condensing y axis of values for an eventual 2D color gradient plot

I will attempt to explain my objective the best I can...

Let's say I have the following code

age1 <- 7.4832653674979620E+003
prof1 <- data.frame(c(1:1491),seq(0,3.0734451332212645E-046,length.out=1491)) # zone, luminosity
age2 <- 1.2346702987925202E+005
prof2 <- data.frame(c(1:1491),seq(0,3.0631080237264987E-046,length.out=1491))
age1000 <- 1.2753669357777405E+010
prof1000 <- data.frame(c(1:3398),seq(0,.8498789846917101E-001,length.out=3398))
age6062 <- 2.4189944009350475E+010
prof6062 <- data.frame(c(1:1874),seq(0,0,length.out=1874))

I intend to create a 2D color gradient plot of these values, with ages on the x,zones on the y axis, and luminosity on the z axis.

As you can probably tell, the lengths for the vectors in the data frame that represent zones are not equal length with one another. Conceptually, for my code, zones represent slices of a star, as you sliced it like an onion. The first element in the zones vectors, which is 1 for all the vectors, represents the surface of the star, and the maximum zone number, which is different for all the zone vectors, represents the star center.

I want to represent on the y axis NOT zone number, or as an axis of discrete numbers, but the location within the star with respect to surface at zone 1 and the center at zone (max zone number for that profile file), kind of like a gradient or spectrum.

Is there a way to write how to represent all these columns of zones and reconcile into sort of a gradient-like y axis, where the top of the y axis is the surface, and the bottom of the y axis is the center? Ultimately, I want to do is to create a 2D color gradient plot with age on x axis, the location of the luminosity values on the y axis, and a color gradient illustrating the magnitude of these luminosity numbers at this particular location in the star.

Apologies, since you can tell I am an astronomer, I did not know how to ask this with computer science lingo. If this too hefty of a ask, could you kindly point me to the right direction/resources so I may learn how to accomplish this task? If there is still confusion, please ask again and I can clarify anything.

If I understand you correctly, you could get what you want with

prof1 <- data.frame(zone = c(0:1490)/-1490,seq(0,3.0734451332212645E-046,length.out=1491))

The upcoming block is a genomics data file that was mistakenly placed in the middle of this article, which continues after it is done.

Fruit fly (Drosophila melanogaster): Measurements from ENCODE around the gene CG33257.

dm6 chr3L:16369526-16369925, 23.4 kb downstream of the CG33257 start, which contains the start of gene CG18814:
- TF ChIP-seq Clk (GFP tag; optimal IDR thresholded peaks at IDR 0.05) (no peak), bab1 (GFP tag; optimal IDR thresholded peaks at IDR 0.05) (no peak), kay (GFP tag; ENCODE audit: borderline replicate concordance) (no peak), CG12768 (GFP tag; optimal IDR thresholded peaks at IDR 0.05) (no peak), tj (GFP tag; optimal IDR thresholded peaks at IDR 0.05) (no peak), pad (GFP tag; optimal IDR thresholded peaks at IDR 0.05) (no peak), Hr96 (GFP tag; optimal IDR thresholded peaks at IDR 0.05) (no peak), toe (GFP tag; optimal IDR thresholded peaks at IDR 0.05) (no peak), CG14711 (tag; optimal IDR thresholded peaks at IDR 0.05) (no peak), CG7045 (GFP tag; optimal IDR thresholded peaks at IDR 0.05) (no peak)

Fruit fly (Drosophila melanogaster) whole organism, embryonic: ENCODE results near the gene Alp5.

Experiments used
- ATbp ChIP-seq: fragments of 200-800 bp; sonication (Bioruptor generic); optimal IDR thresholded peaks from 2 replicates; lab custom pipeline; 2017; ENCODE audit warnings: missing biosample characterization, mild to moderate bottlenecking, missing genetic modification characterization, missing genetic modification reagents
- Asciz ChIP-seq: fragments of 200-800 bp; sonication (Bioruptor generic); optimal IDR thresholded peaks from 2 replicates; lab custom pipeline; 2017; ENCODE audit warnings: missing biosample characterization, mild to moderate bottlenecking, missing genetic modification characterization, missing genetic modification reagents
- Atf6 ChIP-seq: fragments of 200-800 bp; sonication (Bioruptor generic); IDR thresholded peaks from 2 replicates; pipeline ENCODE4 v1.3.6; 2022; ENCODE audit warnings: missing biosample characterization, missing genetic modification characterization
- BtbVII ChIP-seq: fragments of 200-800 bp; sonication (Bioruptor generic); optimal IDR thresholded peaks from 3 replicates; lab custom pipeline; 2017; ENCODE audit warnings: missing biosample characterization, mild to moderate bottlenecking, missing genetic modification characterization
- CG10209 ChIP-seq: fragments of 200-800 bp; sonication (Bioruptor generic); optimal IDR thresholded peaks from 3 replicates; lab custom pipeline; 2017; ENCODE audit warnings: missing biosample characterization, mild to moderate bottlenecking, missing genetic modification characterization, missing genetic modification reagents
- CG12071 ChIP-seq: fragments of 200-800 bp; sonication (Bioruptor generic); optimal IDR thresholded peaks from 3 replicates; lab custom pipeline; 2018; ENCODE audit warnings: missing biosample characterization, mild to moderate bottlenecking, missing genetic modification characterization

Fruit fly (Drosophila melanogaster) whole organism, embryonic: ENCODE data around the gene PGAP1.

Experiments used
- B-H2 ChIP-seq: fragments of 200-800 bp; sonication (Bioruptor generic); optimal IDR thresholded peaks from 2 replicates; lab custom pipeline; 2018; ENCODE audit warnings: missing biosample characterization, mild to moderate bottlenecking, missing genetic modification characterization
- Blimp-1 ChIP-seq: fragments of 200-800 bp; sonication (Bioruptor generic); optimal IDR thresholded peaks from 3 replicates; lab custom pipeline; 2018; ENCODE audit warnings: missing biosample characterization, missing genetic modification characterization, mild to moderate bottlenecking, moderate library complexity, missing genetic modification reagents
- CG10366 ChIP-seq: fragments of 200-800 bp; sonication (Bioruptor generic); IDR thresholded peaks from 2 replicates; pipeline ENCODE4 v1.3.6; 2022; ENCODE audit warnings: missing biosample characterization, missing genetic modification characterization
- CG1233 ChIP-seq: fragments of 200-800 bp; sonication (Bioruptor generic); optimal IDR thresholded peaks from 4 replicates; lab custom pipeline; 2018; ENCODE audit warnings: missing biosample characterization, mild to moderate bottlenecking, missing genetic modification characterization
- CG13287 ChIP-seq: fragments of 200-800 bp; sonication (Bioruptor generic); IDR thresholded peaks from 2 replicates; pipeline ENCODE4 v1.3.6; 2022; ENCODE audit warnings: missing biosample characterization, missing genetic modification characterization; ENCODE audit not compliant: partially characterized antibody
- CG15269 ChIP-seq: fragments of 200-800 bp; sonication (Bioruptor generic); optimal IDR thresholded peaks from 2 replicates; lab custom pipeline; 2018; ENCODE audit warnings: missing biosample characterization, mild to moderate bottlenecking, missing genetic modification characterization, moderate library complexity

This would make the surface have a y value of 0 and the center have a y value of -1 and the y axis would be in units of each star's radius. Does that make sense?
You might also want to bin the luminosity and average the values so that you have 50 or 100 values along the y axis. I do not know how many values is enough but, unless the graph will be physically large, I don't think 1500 different values will really be discernible and the plotting will get slow if you have many x values.

Ok , but how do I set this automatically for all the zone vectors? Not all of them are split into 1490 zones for the star.

However you are constructing your data frames, you can at least rescale the zone column using the result of nrow()

> prof1 <- data.frame(zone = c(0:1490),Lum = seq(0,3.0734451332212645E-046,length.out=1491))
> prof1 <- data.frame(zone = c(0:1490),Lum = seq(0,3.0734451332212645E-046,length.out=1491))
> prof1$zone <- prof1$zone/-(nrow(prof1) - 1)
> head(prof1)
           zone          Lum
1  0.0000000000 0.000000e+00
2 -0.0006711409 2.062715e-49
3 -0.0013422819 4.125430e-49
4 -0.0020134228 6.188145e-49
5 -0.0026845638 8.250859e-49
6 -0.0033557047 1.031357e-48
> tail(prof1)
           zone          Lum
1486 -0.9966443 3.063132e-46
1487 -0.9973154 3.065194e-46
1488 -0.9979866 3.067257e-46
1489 -0.9986577 3.069320e-46
1490 -0.9993289 3.071382e-46
1491 -1.0000000 3.073445e-46

If I have many of these data frames and zones/luminosity, is there a way to scale them from whatever their lengths are: 1441, 3789, 4056, etc., to a length of 200?

You can use the cut() function to define bins and then average the Lum column for each bin. I chose the labels to represent the maximum value in each bin so the bin labeled -0.995 contains the data where the scaled zone was between -1 and -0.995.

prof1 <- data.frame(zone = c(0:1490),Lum = seq(0,3.0734451332212645E-046,length.out=1491))
prof1$zone <- prof1$zone/-(nrow(prof1) - 1)
CUTS <- seq(-1, 0, length.out = 201)
prof1$BIN <- cut(prof1$zone, breaks = CUTS, include.lowest = TRUE, labels = CUTS[2:201])

#Calculate average values for each bin
prof1Avg <- prof1 %>% group_by(BIN) %>% summarize(AvgLum = mean(Lum))

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